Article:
The Drinking Water Treatability Database (TDB) presents referenced information on the control of contaminants in drinking water. It allows drinking water utilities, first responders to spills or emergencies, treatment process designers, research organizations, academicians, regulators and others to access referenced information gathered from thousands of literature sources and assembled on one site. It includes more than 25 treatment processes used by drinking water utilities. The literature includes bench-, pilot-, and full-scale studies of surface waters, ground waters and laboratory waters. The literature includes peer-reviewed journals and conferences, other conferences and symposia, research reports, theses, and dissertations.
  • Adapting to Climate Change: A Business Approach
    Wed, 18 Jun 2008 16:17:43 GMT
    This report outlines a sensible business approach to analyzing and adapting to the physical risks of climate change. It focuses on a critical first step in assessing these climate impacts: understanding the potential risks to business and the importance of taking action to mitigate those risks. Not all businesses need to take action now; this paper develops a qualitative screening process to assess whether a business is likely to be vulnerable to the physical risks associated with climate change, and whether a more detailed risk assessment is warranted.
  • Do Your Part! for Climate Friendly Parks
    Wed, 18 Jun 2008 14:56:27 GMT
    Do Your Part! for Climate Friendly Parks is the first interactive online program in the country that provides national park visitors and supporters with the tools to understand and reduce their carbon footprints and thereby help to protect our national parks from global warming. Do Your Part! is sponsored by the National Parks Conservation Association (NPCA) in support of the National Park Service’s Climate Friendly Parks program. Do Your Part!’s interactive mapping feature lets you explore park goals and the progress park stakeholders are making towards those goals. Its carbon calculator provides the tools you need to understand your current carbon footprint and then set goals to reduce your impact. Its tracking tool displays progress in real time towards park and related group goals.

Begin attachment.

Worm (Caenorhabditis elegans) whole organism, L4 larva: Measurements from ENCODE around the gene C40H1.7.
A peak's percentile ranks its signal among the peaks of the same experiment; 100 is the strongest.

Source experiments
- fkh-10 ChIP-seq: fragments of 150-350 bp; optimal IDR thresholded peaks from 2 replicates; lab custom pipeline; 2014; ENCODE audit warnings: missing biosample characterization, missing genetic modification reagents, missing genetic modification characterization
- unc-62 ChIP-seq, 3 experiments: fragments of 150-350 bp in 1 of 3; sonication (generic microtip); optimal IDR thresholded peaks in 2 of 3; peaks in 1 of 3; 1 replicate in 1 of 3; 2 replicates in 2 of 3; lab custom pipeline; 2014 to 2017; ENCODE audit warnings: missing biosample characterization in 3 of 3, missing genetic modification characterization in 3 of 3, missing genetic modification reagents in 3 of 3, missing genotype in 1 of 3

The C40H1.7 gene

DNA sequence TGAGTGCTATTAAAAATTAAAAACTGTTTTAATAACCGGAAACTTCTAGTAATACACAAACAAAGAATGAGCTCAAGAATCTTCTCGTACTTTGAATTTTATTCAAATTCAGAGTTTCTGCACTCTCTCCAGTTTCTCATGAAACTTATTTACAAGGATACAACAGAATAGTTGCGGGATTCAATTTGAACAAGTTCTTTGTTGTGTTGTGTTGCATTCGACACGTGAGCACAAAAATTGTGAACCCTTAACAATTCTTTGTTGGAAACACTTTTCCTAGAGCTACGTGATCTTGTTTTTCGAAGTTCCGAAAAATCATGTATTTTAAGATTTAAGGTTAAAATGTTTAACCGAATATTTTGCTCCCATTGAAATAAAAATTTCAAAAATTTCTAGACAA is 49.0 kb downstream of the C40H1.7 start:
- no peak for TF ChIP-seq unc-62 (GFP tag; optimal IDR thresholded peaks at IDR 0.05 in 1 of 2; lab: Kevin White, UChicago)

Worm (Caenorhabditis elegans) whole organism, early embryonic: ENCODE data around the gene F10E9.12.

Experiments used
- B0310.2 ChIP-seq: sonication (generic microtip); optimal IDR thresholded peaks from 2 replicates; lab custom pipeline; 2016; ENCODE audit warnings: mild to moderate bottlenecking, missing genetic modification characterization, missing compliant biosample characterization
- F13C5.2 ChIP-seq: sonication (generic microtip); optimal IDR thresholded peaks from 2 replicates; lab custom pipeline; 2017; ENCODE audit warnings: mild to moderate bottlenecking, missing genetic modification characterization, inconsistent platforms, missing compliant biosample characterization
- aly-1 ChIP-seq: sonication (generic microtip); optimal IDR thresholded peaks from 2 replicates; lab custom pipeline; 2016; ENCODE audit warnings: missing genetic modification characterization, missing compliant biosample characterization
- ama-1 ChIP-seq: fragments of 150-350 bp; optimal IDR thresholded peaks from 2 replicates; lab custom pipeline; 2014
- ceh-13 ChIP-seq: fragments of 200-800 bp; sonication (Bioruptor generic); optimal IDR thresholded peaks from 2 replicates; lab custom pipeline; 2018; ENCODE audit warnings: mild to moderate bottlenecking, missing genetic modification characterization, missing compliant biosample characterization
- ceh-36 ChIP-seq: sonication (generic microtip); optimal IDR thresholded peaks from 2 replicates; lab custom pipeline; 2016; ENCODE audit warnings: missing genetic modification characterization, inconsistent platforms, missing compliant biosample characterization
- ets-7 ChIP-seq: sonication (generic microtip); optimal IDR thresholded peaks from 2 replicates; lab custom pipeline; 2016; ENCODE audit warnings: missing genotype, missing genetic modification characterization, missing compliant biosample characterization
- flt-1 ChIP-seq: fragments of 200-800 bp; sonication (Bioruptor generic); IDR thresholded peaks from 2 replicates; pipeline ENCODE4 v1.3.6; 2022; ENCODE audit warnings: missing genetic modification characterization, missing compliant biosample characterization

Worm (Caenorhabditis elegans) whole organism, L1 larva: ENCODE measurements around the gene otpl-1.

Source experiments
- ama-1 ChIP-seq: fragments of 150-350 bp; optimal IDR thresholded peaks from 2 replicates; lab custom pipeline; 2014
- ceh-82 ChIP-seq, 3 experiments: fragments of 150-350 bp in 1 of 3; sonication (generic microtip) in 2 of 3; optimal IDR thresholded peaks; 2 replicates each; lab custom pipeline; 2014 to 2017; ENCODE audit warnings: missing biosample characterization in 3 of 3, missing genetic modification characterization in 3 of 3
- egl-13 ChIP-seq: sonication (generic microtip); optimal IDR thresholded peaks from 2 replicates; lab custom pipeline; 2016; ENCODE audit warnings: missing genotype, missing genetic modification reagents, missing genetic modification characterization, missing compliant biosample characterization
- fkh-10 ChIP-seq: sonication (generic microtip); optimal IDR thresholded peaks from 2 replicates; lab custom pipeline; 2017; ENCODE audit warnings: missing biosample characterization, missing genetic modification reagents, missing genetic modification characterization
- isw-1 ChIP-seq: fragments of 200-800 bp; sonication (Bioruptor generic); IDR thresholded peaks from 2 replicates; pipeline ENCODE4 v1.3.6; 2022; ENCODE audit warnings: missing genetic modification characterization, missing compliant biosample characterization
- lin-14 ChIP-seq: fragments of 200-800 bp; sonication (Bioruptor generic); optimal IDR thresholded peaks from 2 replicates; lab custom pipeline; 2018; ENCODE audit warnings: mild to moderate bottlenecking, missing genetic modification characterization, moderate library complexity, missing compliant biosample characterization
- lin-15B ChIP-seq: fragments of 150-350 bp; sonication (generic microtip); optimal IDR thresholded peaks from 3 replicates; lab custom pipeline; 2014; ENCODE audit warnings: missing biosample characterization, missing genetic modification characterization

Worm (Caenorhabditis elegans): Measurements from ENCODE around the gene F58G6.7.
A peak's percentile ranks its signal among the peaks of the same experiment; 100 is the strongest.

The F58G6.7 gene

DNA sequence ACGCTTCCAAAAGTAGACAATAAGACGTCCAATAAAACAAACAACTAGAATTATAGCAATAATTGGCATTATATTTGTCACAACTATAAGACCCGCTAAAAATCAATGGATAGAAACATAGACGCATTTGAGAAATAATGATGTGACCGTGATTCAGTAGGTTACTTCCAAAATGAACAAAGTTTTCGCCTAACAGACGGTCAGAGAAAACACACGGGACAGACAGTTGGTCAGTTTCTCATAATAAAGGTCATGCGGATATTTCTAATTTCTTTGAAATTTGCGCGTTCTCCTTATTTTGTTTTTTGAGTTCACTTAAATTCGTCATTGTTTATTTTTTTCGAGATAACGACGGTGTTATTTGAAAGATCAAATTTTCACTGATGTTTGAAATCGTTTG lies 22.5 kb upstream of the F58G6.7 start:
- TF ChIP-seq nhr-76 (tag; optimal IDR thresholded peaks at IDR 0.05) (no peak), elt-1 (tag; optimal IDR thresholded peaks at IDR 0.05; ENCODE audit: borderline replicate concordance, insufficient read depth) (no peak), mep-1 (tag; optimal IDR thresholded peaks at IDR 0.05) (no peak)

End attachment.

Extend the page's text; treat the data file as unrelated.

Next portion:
Tech Tip: Google Guide and my favorite Google tricks

Developed by Nancy Blachman, Google Guide is a comprehensive resource for getting the most out of web search using Google. Although most of the information here is also available through Google’s Help Center (, the tutorial format is unique. I also like the links to Google cheat sheets for advanced search and the calculator. They are based on Google’s own cheat sheet, which is also available in the Help Center.

Although I realize that most people (except for search geeks like me) probably won’t ever use most of the features that Google has to offer, there are a couple of features that I use often and find very helpful. They are:


The query [define:] will provide a definition of the words you enter after it, gathered from various online sources. The definition will be for the entire phrase entered (i.e., it will include all the words in the exact order you typed them).  See the results of define:biomimicry for an example.


If you include [site:] in your query, Google will restrict the results to those websites in the given domain. See the results of biodiesel for an example.

What’s your favorite Google search trick? Share in the comments.